Wednesday, August 13, 2014

Health Care and Chikungunya

A new disease has recently cropped up in the US called Chikungunya. According to the Centers for Disease Control (CDC), this virus is transmitted to people by mosquitoes. The most common symptoms of chikungunya virus infection are fever and joint pain. Other symptoms may include headache, muscle pain, joint swelling, or rash. Outbreaks have occurred in countries in Africa, Asia, Europe, and the Indian and Pacific Oceans.

In late 2013, chikungunya virus was found for the first time in the Americas on islands in the Caribbean. There is a risk that the virus will be imported to new areas by infected travelers. There is no vaccine to prevent or medicine to treat chikungunya virus infection. More details from the CDC can be found at this site: http://www.cdc.gov/chikungunya/ .

According to the World Health Organization (WHO), Chikungunya is a mosquito-borne viral disease first described during an outbreak in southern Tanzania in 1952. It is an RNA virus that belongs to the alphavirus genus of the family Togaviridae. The name ‘chikungunya’ derives from a word in the Kimakonde language, meaning "to become contorted" and describes the stooped appearance of sufferers with joint pain (arthralgia).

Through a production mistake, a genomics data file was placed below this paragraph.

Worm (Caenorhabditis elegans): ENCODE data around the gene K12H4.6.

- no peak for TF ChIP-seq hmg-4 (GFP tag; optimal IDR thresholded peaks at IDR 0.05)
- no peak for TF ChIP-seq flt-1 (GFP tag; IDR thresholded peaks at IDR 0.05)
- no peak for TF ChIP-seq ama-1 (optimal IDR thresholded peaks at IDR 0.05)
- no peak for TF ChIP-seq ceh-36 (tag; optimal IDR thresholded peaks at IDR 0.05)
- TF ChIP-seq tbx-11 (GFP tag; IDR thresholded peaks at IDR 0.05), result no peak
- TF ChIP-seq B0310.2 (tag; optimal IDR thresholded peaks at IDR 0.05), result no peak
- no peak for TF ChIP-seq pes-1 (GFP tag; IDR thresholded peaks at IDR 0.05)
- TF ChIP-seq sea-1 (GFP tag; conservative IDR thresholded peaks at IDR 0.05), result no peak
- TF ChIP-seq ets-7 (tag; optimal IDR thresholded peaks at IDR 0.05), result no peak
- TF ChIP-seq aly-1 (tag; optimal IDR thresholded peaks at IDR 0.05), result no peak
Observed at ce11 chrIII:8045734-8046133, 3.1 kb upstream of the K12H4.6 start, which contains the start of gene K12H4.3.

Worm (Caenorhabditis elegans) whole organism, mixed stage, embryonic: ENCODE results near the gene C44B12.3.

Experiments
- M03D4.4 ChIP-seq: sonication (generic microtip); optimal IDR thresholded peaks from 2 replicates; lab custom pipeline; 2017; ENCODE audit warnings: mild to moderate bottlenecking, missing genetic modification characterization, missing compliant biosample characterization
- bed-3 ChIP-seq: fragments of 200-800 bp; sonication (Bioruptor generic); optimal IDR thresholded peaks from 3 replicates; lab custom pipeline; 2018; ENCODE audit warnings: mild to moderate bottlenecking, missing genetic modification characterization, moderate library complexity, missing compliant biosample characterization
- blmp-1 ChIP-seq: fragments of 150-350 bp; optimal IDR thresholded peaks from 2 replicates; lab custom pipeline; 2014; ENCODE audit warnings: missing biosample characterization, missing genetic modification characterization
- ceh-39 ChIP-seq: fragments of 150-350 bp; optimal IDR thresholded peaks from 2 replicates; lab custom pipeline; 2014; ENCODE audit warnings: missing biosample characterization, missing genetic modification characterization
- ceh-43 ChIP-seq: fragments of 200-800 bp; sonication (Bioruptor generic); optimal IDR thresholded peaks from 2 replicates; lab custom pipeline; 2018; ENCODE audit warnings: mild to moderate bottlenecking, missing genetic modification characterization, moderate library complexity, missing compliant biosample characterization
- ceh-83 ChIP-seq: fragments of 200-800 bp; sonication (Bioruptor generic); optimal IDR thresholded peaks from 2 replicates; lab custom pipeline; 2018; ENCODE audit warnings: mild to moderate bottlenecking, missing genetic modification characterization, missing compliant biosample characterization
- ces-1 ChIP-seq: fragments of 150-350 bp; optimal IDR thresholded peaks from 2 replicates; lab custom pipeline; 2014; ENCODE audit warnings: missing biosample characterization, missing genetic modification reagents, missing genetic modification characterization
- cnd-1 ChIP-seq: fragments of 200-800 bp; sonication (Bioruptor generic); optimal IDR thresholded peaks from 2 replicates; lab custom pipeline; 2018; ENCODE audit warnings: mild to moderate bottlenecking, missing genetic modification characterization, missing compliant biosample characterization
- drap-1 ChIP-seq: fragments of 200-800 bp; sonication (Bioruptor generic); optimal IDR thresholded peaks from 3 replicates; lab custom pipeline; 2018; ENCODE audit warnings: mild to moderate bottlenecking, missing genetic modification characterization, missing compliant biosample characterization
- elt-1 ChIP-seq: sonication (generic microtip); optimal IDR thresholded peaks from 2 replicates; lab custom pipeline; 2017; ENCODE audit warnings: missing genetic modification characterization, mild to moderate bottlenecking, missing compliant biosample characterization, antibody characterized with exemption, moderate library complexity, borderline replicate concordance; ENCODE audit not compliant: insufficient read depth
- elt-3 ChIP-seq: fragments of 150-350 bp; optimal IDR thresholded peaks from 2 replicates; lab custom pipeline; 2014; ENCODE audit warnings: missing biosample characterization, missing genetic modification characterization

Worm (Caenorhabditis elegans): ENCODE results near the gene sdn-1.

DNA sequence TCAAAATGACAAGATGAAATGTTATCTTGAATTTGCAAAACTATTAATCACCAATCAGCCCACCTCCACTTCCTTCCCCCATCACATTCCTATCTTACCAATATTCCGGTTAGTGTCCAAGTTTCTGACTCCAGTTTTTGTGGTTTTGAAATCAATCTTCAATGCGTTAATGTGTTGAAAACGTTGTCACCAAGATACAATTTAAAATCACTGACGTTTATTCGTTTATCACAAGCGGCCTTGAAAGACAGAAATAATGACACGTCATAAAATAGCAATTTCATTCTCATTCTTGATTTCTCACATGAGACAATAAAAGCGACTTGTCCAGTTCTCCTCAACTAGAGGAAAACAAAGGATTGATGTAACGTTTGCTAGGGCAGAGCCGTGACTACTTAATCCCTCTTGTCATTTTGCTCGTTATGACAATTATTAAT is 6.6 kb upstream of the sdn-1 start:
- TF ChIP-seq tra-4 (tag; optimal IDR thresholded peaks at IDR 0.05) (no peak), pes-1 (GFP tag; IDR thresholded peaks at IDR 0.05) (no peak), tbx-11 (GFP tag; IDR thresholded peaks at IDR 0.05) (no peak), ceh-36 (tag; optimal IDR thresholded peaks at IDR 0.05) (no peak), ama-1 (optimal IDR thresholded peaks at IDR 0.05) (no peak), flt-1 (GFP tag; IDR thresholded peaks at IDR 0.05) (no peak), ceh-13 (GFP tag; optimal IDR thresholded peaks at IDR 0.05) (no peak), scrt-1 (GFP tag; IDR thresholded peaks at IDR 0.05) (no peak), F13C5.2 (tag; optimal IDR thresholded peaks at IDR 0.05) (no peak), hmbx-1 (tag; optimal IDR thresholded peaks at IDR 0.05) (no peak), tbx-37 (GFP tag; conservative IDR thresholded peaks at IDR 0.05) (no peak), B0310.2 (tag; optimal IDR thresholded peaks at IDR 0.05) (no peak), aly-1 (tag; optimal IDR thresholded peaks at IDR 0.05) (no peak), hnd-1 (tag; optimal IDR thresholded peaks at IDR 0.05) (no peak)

Chikungunya is characterized by an abrupt onset of fever frequently accompanied by joint pain. Other common signs and symptoms include muscle pain, headache, nausea, fatigue and rash. The joint pain is often very debilitating, but usually lasts for a few days or may be prolonged to weeks, according to WHO.

Most patients recover fully, but in some cases joint pain may persist for several months, or even years. Occasional cases of eye, neurological and heart complications have been reported, as well as gastrointestinal complaints. Serious complications are not common, but in older people, the disease can contribute to the cause of death. Often symptoms in infected individuals are mild and the infection may go unrecognized, or be misdiagnosed in areas where dengue occurs. More details can be found at this website: http://www.who.int/mediacentre/factsheets/fs327/en/ .

According to ESPN, this rather painful disease is not particularly lethal, with a mortality rate of less than 1 percent and acquired immunity to it once infected. The disease does carry with it an increased risk of developing an arthritic condition, though.

The Americas chikungunya epidemic is continuing to spread, rising from seven cases in St. Martin in November to half a million cases throughout the region with most centered in the Caribbean, a major area for Major League Baseball player development. The Dominican Republic has been hit particularly hard, with an epidemic of over 300,000 cases since it appeared on the island in April. At the moment, one out of every 40 people in the country has been infected, and that number is still growing.